If you were born in America with the name Dayton, there is a high probability that you descend from our common progenitor Ralph Dayton, my 9th great-grandfather.

Hello. My name is Steve Dayton. I’ve created this blog for anyone who has interest in the Dayton family in America and earlier ancestry in England. I descend from Ralph, Samuel, Abraham, Henry, David Senior, David Junior, Henry, Charles, Wilber and Paul.

There were two main purposes for creating this site:

1. To provide a means to communicate with those who share our interests in early Long Island or the Dayton family.

2. To make everyone aware that my brother Jim and I published our work, a compilation of records and interpretation with extensive documentation, entitled Our Long Island Ancestors, the First Six Generations of Daytons in America, 1639-1807. The paperback is available from major booksellers at $19.95 while the hardcover will continue to be offered at Jim’s reduced price on eBay.

You are encouraged to leave a comment or ask a question at the end of any post.  We would like to make your acquaintance and we seek to be receptive of challenges or other interpretations. -Steve

However, if you prefer to contact us privately and securely, please use the contact form on the Contact page. Your message will arrive in a private email account and will not be copied to a public section of the website. Email is checked on a daily basis and I will usually respond, if requested, on the same day, unless I’m traveling.

Become a follower by clicking on the FOLLOW button in the right-hand column.

My goal is to add a fresh post at least once per week. The most recent post begins directly below.

Posted in Daiton, Dayghton, Deighton, Drayton, Dyghton, Long Island, New Haven Colony, Quinnipiac, Ralph Dayton, Samuel Dayton | 2 Comments

Ralph Dayton’s son and the dead cow

Thomas Barnes asked the court for “satisfaction of Ralph Dayton” for the loss of his cow which had perished while in the care of Ralph’s son. The account can be found in Hoadly’s Records of the Colony and Plantation of New Haven. 

According to Jacobus (1959),

In May 1645, a son [Samuel] of Raiph Dighton was blamed for the loss of a cow when the youth was acting as herdsman.

With utmost respect for Jacobus, I humbly suggest that the son was probably not Samuel, but instead was his younger brother Robert. Since it is uncomfortable to disagree with such a respected scholar, I would like to present my logic.

First, note that the suit was brought against Ralph and not the son, indicating that Ralph’s son was still a minor, as confirmed in the court’s judgement, “…the boy was innocent in the case” (Hoadly).

Second, consider that Samuel Dayton was baptized on February 1, 1623/24 while Robert Dayton was baptized January of 1629. Assuming that the cow incident occurred in May of 1645, Samuel would have been a legal adult (at least 21 years, 3 months) while Robert was still a teenager at the time.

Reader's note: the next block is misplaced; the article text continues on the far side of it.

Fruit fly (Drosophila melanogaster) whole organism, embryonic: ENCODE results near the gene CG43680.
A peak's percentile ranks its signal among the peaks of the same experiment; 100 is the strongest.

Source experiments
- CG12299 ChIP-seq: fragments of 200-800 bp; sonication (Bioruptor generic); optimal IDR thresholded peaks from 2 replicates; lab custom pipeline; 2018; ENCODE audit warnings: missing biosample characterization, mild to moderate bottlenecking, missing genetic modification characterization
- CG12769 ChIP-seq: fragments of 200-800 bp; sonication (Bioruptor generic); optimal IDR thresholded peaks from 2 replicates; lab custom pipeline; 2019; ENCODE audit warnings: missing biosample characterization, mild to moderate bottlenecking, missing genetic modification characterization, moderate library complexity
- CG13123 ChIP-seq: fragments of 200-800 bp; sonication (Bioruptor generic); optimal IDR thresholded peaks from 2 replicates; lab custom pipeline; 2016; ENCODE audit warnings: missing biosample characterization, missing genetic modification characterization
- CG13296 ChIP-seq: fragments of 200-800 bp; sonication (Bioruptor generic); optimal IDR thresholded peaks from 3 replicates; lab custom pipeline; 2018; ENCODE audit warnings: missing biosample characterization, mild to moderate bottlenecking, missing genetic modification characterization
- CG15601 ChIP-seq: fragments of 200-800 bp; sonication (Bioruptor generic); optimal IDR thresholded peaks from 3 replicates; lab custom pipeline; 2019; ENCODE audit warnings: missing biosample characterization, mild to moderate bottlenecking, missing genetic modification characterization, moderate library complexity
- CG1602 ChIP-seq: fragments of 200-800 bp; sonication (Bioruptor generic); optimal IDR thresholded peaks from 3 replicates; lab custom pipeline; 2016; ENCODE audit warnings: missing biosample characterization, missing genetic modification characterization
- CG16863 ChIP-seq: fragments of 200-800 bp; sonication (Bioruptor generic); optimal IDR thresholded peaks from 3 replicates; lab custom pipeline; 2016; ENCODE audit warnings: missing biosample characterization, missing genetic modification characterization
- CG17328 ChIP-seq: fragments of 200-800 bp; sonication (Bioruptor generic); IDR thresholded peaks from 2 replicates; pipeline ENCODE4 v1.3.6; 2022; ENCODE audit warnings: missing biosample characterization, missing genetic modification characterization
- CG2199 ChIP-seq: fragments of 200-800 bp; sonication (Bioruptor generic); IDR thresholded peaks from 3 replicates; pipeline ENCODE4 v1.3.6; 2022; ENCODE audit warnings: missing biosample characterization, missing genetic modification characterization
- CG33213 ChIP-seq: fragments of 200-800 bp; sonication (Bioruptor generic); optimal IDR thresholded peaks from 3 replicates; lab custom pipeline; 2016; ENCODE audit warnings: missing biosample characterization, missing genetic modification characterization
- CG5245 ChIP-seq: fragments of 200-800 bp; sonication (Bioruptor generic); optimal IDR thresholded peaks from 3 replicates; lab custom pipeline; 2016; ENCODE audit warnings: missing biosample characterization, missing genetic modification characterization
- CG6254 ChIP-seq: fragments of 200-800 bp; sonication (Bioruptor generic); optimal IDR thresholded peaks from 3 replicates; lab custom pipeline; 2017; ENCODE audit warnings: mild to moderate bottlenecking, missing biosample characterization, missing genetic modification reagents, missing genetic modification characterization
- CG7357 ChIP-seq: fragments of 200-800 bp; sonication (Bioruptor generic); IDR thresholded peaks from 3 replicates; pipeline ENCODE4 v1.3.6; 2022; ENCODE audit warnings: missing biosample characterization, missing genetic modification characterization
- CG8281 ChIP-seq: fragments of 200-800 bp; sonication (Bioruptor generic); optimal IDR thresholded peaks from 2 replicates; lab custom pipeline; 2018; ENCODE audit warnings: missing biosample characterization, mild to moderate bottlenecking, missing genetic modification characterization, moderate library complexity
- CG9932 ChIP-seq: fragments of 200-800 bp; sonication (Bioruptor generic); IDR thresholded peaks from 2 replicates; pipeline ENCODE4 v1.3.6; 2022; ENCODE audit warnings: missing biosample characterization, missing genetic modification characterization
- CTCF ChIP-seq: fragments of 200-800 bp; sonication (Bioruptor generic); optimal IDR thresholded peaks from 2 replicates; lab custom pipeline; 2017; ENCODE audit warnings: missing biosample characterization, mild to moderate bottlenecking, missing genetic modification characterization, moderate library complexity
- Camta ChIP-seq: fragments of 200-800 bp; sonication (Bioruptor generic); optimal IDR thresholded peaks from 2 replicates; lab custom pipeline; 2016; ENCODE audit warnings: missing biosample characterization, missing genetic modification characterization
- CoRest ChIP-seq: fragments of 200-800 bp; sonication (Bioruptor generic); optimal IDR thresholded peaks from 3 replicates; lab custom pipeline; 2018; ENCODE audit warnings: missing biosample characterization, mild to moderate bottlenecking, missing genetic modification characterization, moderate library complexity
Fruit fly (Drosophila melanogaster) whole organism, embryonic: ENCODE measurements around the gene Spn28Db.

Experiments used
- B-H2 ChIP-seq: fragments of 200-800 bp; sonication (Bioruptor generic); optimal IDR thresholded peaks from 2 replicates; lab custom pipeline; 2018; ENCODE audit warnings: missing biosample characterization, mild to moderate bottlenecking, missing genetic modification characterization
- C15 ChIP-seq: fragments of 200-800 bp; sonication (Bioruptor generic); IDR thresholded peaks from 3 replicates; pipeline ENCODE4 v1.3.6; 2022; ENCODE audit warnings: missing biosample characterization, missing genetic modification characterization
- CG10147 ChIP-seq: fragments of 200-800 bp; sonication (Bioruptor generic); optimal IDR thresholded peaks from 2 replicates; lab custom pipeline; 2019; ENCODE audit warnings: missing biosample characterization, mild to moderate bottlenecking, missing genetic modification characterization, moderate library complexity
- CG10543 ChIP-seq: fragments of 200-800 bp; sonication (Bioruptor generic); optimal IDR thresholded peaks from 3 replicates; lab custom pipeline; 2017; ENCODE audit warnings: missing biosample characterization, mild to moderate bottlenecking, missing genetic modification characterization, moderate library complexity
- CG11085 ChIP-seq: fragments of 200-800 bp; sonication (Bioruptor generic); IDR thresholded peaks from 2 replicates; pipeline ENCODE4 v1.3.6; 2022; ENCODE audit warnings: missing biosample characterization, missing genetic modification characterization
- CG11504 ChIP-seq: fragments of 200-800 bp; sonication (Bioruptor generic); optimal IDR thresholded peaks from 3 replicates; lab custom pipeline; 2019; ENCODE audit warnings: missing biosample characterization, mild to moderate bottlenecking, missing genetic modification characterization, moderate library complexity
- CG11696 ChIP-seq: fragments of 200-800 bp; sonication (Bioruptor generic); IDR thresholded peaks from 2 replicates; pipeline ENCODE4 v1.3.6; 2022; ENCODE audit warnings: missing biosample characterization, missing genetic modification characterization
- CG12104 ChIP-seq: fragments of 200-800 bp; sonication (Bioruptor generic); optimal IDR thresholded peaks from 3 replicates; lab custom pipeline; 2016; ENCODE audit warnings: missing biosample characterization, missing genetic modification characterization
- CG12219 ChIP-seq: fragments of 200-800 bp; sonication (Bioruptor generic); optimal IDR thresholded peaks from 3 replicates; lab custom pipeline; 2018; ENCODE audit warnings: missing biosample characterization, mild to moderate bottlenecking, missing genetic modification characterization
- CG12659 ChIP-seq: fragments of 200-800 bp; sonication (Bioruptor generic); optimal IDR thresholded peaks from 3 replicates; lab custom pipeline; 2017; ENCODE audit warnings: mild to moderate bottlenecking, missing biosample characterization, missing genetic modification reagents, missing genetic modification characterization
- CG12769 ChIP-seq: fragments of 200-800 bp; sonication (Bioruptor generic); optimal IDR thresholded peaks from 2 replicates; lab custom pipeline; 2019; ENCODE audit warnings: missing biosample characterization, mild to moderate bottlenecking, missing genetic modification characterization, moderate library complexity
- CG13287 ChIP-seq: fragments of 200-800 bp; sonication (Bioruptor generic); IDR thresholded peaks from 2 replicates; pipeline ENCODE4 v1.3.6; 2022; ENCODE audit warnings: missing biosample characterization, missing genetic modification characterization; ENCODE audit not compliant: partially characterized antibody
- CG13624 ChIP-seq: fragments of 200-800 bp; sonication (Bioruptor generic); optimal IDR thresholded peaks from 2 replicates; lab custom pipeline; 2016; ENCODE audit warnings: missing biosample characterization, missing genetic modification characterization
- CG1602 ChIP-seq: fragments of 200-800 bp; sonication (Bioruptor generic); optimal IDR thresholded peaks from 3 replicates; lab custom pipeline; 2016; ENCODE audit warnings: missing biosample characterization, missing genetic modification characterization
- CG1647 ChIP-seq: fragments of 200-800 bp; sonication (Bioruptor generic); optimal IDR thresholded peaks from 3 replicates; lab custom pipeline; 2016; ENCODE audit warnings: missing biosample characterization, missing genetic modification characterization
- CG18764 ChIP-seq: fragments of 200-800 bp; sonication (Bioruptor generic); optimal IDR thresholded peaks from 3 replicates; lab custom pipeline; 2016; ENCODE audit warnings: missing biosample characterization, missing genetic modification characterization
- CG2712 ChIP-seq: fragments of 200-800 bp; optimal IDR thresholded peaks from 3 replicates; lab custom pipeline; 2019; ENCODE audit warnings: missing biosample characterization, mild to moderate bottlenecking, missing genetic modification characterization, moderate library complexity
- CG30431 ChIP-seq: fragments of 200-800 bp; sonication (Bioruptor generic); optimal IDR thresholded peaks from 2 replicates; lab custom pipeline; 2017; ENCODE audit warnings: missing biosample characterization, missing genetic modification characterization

It is understandable that so many genealogists repeat the opinion of Jacobus, but I am curious why he concluded the son was Samuel and not Robert. Anyone have ideas, in defense of Jacobus?

Posted in New Haven Colony, Ralph Dayton, Robert Dayton, Samuel Dayton | 1 Comment

Ralph stopped briefly in Southampton

I have been pondering an often-repeated statement that when Ralph Dayton left New Haven, he “stopped briefly in Southampton” on his way to East Hampton. Another popular version says he “stopped briefly in Southold and Southampton.”

Since it has become tradition that Ralph “stopped at Southampton,” on his way to East Hampton, I thought it might be a good idea to find the source and see if there is significance in the phrase.

Certainly, it is very likely he did stop along the way at Southampton, especially because North Sea (part of Southampton) was the harbor commonly used for arrival, even to East Hampton at that time. Besides, Sam had accommodations there, so it just makes sense.

Edson Dayton (1931) says that Ralph,

Leaving New Haven in 1649, tarrying by the way in Southampton, the same being true of Thomas Baker and Family…

The best theory I can come up with originates in George Rogers Howell’s Early History of Southampton (1866) where Howell, speaking about “family records” of inhabitants of Southampton says,

Ralph Dayton, from the records of the town, appears to have resided here a short time. He was one of the early settlers of East Hampton and had a son Robert also, who settled there and became the progenitor of the Dayton families now resident there.

Perhaps others have interpreted Howell’s statement as I did on first reading, that Ralph resided in Southampton a short time before moving to East Hampton in 1650. But I have since concluded that Howell was probably referring to Ralph’s brief North Sea (Northampton) residence before his death, after he had lived in East Hampton.